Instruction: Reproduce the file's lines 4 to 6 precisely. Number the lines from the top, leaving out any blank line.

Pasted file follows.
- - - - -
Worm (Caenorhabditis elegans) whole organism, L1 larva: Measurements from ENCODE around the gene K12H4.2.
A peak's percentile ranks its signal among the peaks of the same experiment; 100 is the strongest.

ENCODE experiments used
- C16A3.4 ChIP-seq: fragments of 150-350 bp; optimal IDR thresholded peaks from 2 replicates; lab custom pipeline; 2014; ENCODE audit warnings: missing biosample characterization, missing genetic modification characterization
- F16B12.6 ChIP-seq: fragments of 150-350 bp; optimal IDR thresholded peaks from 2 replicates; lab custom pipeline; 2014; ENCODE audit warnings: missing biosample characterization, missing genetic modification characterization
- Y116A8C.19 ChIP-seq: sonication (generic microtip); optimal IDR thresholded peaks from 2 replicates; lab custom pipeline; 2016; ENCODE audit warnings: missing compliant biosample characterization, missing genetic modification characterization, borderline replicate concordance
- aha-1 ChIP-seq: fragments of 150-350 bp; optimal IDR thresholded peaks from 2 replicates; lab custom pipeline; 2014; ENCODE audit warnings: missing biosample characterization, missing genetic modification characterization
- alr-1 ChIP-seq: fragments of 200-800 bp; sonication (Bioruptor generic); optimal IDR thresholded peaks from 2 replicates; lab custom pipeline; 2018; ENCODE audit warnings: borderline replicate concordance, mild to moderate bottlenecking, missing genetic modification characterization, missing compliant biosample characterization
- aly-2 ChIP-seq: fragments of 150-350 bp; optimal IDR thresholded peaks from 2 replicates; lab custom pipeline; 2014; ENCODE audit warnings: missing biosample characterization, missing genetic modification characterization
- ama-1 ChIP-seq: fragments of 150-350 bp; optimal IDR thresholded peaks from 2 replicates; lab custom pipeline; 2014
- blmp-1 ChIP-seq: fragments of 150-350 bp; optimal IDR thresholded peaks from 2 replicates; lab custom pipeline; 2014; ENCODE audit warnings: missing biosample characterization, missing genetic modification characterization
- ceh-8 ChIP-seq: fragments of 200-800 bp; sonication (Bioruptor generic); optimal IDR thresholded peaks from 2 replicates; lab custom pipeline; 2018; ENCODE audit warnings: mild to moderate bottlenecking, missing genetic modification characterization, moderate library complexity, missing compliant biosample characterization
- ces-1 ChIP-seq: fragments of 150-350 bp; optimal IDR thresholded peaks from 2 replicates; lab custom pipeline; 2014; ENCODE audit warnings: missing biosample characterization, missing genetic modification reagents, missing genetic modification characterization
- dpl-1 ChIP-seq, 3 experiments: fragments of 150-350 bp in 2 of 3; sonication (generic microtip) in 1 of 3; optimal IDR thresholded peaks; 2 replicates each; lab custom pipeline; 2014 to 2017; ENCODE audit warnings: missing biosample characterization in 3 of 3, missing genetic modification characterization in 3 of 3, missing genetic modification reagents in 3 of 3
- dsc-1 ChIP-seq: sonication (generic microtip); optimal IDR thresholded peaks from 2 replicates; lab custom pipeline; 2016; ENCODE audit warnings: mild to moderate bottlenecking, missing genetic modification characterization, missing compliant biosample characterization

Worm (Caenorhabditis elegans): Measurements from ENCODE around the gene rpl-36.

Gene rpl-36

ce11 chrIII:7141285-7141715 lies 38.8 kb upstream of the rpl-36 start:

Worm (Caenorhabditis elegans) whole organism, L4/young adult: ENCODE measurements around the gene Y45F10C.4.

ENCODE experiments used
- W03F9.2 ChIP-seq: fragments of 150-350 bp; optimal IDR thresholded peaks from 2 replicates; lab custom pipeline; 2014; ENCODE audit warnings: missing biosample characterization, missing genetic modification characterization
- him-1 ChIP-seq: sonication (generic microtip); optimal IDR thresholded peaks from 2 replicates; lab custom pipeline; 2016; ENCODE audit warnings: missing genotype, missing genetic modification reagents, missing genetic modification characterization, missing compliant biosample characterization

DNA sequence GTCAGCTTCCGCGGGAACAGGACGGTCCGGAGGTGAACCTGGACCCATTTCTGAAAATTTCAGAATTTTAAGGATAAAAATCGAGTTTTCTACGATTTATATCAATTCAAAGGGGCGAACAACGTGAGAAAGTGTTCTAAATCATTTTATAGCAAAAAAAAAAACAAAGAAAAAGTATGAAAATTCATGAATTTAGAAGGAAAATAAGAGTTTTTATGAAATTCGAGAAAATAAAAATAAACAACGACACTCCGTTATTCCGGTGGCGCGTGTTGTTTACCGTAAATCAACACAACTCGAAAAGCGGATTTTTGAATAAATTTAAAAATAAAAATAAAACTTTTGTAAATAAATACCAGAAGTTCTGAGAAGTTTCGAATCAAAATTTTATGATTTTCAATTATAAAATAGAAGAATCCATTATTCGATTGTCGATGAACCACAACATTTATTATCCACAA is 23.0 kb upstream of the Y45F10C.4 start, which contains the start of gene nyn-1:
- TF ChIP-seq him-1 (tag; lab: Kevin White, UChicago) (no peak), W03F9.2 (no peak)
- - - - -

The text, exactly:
- C16A3.4 ChIP-seq: fragments of 150-350 bp; optimal IDR thresholded peaks from 2 replicates; lab custom pipeline; 2014; ENCODE audit warnings: missing biosample characterization, missing genetic modification characterization
- F16B12.6 ChIP-seq: fragments of 150-350 bp; optimal IDR thresholded peaks from 2 replicates; lab custom pipeline; 2014; ENCODE audit warnings: missing biosample characterization, missing genetic modification characterization
- Y116A8C.19 ChIP-seq: sonication (generic microtip); optimal IDR thresholded peaks from 2 replicates; lab custom pipeline; 2016; ENCODE audit warnings: missing compliant biosample characterization, missing genetic modification characterization, borderline replicate concordance